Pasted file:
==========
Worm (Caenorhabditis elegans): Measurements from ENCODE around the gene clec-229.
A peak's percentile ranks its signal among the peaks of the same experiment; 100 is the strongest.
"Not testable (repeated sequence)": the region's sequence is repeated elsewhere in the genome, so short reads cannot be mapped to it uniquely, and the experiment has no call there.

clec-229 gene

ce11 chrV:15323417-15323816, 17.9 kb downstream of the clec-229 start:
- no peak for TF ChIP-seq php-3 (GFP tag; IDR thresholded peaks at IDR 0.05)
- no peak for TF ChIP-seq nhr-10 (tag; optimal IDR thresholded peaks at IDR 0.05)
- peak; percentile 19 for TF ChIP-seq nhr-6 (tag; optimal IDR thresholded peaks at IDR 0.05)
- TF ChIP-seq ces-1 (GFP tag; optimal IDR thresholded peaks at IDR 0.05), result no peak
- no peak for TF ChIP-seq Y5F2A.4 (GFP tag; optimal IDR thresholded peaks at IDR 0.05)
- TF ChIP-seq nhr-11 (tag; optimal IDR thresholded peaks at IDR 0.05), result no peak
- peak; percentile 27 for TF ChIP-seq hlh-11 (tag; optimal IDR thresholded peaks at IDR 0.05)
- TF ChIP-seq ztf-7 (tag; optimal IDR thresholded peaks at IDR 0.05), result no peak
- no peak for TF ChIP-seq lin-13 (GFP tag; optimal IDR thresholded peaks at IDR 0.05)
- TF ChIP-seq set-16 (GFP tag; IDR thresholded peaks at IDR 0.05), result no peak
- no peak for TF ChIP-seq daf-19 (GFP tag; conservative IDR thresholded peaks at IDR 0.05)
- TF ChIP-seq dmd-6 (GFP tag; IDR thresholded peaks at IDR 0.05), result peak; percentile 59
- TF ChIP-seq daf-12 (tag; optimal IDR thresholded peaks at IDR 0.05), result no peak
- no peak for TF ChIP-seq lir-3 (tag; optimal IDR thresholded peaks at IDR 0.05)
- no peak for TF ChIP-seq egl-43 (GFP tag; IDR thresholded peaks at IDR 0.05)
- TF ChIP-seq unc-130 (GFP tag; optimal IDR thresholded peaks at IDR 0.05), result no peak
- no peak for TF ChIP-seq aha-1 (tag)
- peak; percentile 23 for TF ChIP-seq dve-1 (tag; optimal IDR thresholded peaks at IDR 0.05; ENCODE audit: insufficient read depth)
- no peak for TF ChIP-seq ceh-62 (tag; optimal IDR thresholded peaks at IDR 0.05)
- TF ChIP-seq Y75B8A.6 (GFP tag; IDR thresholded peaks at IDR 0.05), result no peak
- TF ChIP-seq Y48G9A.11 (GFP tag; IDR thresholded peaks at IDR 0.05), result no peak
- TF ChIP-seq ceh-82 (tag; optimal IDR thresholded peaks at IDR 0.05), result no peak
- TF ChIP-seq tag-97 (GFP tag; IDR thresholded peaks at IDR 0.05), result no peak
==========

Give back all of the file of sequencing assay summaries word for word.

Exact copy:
Worm (Caenorhabditis elegans): Measurements from ENCODE around the gene clec-229.
A peak's percentile ranks its signal among the peaks of the same experiment; 100 is the strongest.
"Not testable (repeated sequence)": the region's sequence is repeated elsewhere in the genome, so short reads cannot be mapped to it uniquely, and the experiment has no call there.

clec-229 gene

ce11 chrV:15323417-15323816, 17.9 kb downstream of the clec-229 start:
- no peak for TF ChIP-seq php-3 (GFP tag; IDR thresholded peaks at IDR 0.05)
- no peak for TF ChIP-seq nhr-10 (tag; optimal IDR thresholded peaks at IDR 0.05)
- peak; percentile 19 for TF ChIP-seq nhr-6 (tag; optimal IDR thresholded peaks at IDR 0.05)
- TF ChIP-seq ces-1 (GFP tag; optimal IDR thresholded peaks at IDR 0.05), result no peak
- no peak for TF ChIP-seq Y5F2A.4 (GFP tag; optimal IDR thresholded peaks at IDR 0.05)
- TF ChIP-seq nhr-11 (tag; optimal IDR thresholded peaks at IDR 0.05), result no peak
- peak; percentile 27 for TF ChIP-seq hlh-11 (tag; optimal IDR thresholded peaks at IDR 0.05)
- TF ChIP-seq ztf-7 (tag; optimal IDR thresholded peaks at IDR 0.05), result no peak
- no peak for TF ChIP-seq lin-13 (GFP tag; optimal IDR thresholded peaks at IDR 0.05)
- TF ChIP-seq set-16 (GFP tag; IDR thresholded peaks at IDR 0.05), result no peak
- no peak for TF ChIP-seq daf-19 (GFP tag; conservative IDR thresholded peaks at IDR 0.05)
- TF ChIP-seq dmd-6 (GFP tag; IDR thresholded peaks at IDR 0.05), result peak; percentile 59
- TF ChIP-seq daf-12 (tag; optimal IDR thresholded peaks at IDR 0.05), result no peak
- no peak for TF ChIP-seq lir-3 (tag; optimal IDR thresholded peaks at IDR 0.05)
- no peak for TF ChIP-seq egl-43 (GFP tag; IDR thresholded peaks at IDR 0.05)
- TF ChIP-seq unc-130 (GFP tag; optimal IDR thresholded peaks at IDR 0.05), result no peak
- no peak for TF ChIP-seq aha-1 (tag)
- peak; percentile 23 for TF ChIP-seq dve-1 (tag; optimal IDR thresholded peaks at IDR 0.05; ENCODE audit: insufficient read depth)
- no peak for TF ChIP-seq ceh-62 (tag; optimal IDR thresholded peaks at IDR 0.05)
- TF ChIP-seq Y75B8A.6 (GFP tag; IDR thresholded peaks at IDR 0.05), result no peak
- TF ChIP-seq Y48G9A.11 (GFP tag; IDR thresholded peaks at IDR 0.05), result no peak
- TF ChIP-seq ceh-82 (tag; optimal IDR thresholded peaks at IDR 0.05), result no peak
- TF ChIP-seq tag-97 (GFP tag; IDR thresholded peaks at IDR 0.05), result no peak